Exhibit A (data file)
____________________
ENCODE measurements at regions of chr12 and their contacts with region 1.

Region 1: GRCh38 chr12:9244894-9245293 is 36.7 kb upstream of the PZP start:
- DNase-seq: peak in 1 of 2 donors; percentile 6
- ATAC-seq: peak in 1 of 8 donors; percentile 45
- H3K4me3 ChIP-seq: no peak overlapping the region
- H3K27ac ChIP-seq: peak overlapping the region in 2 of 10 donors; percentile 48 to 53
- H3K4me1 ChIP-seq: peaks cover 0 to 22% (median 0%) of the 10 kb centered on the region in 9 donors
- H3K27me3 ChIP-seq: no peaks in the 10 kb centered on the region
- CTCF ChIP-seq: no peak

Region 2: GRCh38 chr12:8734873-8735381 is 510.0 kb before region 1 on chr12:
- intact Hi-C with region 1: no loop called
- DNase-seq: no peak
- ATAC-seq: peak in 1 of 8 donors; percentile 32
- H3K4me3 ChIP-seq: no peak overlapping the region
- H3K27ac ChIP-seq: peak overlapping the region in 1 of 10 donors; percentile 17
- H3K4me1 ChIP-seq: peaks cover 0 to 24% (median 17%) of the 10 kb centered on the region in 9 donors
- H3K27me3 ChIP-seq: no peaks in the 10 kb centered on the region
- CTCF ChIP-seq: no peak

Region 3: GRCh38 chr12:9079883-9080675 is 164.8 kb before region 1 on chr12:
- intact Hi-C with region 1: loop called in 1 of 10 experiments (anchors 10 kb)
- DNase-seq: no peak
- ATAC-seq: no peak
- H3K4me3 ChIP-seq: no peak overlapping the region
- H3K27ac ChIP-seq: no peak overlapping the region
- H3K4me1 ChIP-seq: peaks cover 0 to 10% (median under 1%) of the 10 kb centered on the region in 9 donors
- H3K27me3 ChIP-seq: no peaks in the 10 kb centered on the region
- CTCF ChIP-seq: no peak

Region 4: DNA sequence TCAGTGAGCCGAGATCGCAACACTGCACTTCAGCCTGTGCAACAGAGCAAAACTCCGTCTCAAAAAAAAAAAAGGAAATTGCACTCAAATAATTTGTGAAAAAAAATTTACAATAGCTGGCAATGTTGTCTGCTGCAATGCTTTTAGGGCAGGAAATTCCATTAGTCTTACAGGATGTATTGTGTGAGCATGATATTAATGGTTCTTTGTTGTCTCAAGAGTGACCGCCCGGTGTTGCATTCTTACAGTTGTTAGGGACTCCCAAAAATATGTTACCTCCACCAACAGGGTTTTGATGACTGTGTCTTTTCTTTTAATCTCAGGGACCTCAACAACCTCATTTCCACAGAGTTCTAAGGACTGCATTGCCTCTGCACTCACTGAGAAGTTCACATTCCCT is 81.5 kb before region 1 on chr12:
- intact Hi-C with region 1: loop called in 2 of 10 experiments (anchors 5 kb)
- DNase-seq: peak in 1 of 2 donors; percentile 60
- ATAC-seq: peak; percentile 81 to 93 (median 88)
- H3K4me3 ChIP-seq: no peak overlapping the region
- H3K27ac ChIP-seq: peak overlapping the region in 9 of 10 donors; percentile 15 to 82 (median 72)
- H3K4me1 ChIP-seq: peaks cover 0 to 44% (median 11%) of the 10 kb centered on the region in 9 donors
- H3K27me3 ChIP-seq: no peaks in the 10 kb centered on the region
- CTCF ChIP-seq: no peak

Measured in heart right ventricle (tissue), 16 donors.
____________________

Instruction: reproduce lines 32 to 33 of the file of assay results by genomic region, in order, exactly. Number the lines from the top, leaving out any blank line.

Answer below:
- H3K4me3 ChIP-seq: no peak overlapping the region
- H3K27ac ChIP-seq: peak overlapping the region in 9 of 10 donors; percentile 15 to 82 (median 72)